Big money flows into Peru’s energy sector

Despite a global trend to slow down fossil fuel investment, private companies in Peru are enthused to enter the market with big capital. Natural gas represents the biggest shares.

The energy sector in Peru will see a huge spike in investment for the period concerning 2014-2025, announced the president of Colombian firm Promigas, which began operations in Peru in the year 2006. The total investment for this period will be $41.25 million USD, on what can only be considered a sign of faith in the Peruvian fossil fuel market, as well as a resilience to leave it behind as a primary source of income.

The announcement was made within a Promigas’ press release titled ‘Natural gas in Peru: sectorial balance and new perspectives for the bicentennial’. Aquiles Mercado, the firm’s financial vice-president added that with these new investments “there is now a guarantee that there will be an important continuity in the energy sector, with over $41 billion dollars. That way, the country is projecting its future.”

The investments will flow mostly into the fossil fuel industry, but some will go into natural gas transport and petrochemicals.

The press release was also emphatic when saying that Peru has a “promising future” when it comes to promoting mass consumption of natural gas. “The decisions that are being taken are the correct ones, the existing reserves allow that this planning is adequately supported by a reserve level on par with the most developed countries.”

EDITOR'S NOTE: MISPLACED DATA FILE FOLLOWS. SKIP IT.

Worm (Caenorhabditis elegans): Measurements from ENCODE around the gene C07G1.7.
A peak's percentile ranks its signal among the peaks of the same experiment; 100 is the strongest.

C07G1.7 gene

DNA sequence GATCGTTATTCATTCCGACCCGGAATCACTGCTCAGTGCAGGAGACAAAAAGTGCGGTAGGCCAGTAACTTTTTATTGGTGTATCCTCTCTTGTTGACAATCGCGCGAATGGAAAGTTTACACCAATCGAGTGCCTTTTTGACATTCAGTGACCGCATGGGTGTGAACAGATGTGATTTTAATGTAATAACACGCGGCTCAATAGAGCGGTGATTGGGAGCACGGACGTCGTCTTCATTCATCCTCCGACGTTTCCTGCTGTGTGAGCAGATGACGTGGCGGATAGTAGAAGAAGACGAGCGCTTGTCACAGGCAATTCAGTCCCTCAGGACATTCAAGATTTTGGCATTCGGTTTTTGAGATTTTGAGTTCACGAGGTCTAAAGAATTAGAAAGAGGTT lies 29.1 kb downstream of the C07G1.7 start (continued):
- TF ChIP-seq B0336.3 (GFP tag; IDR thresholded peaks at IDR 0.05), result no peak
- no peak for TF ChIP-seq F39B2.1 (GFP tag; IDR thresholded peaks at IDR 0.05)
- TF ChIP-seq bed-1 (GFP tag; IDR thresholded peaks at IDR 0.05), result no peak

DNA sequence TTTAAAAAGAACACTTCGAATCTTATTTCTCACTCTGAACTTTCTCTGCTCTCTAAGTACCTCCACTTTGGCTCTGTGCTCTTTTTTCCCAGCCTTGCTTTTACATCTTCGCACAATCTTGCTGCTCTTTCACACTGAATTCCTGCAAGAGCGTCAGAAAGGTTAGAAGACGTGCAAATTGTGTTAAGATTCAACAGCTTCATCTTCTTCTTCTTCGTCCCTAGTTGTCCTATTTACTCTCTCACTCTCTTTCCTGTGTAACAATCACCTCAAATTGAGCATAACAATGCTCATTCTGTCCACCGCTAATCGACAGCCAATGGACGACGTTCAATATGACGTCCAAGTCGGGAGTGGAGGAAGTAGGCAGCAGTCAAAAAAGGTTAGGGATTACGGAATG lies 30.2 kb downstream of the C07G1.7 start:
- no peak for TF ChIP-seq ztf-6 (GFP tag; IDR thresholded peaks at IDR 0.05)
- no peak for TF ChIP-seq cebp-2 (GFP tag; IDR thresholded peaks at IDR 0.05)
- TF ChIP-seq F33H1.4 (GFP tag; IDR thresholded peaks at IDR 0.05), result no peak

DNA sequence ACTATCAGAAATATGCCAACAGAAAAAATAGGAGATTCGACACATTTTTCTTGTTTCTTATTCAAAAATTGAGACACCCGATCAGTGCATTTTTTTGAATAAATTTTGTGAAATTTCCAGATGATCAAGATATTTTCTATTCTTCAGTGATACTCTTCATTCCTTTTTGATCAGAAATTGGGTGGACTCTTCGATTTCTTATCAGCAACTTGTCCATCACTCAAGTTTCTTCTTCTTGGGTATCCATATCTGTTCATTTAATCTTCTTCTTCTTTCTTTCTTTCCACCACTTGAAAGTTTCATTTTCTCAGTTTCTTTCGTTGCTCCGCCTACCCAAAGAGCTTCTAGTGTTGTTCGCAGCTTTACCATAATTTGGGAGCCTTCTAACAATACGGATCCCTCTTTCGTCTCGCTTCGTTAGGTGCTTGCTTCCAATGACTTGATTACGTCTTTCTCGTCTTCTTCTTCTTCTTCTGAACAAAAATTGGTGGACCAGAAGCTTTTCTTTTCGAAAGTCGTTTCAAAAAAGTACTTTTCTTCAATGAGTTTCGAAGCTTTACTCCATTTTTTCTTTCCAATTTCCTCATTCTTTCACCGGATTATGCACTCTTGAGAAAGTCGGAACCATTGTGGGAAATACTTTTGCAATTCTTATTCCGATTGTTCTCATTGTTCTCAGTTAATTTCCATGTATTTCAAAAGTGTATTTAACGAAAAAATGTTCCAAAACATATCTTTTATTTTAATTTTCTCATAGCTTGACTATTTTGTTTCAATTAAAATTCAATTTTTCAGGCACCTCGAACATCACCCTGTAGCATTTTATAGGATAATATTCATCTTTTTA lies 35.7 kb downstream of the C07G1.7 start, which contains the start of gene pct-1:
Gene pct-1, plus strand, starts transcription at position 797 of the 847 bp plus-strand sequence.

In LatAm, Peru is the country in which natural gas consumption has grown the fastest, in the last 10 years it grew 23%, way above Brazil which was second and grew 8%.

Mercado also commented on the way LatAm is adopting natural gas, and sang praise of Peru’s adequate response towards their reserves. “In many cases, Peru copied a lot of the legislation adopted by Colombia, and has now surpassed many industry standards.”

He highlighted that Argentina, who had developed a functioning market for natural gas, was now experiencing trouble. And that Venezuela was yet to capitalize on its astonishing 170 trillion cubed feet reserves.

“For us, this is without a doubt the moment in which Peru is the protagonist of expansion and development of natural gas.”

Peru might be able to become a regional powerhouse on the matter, it has the reserves and the legislation needed. But with countries like Chile, a big importer of natural gas, turning hard into renewables, the market may be actually shrinking. Still, big investment will surely take advantage of reserves that would otherwise go unused.

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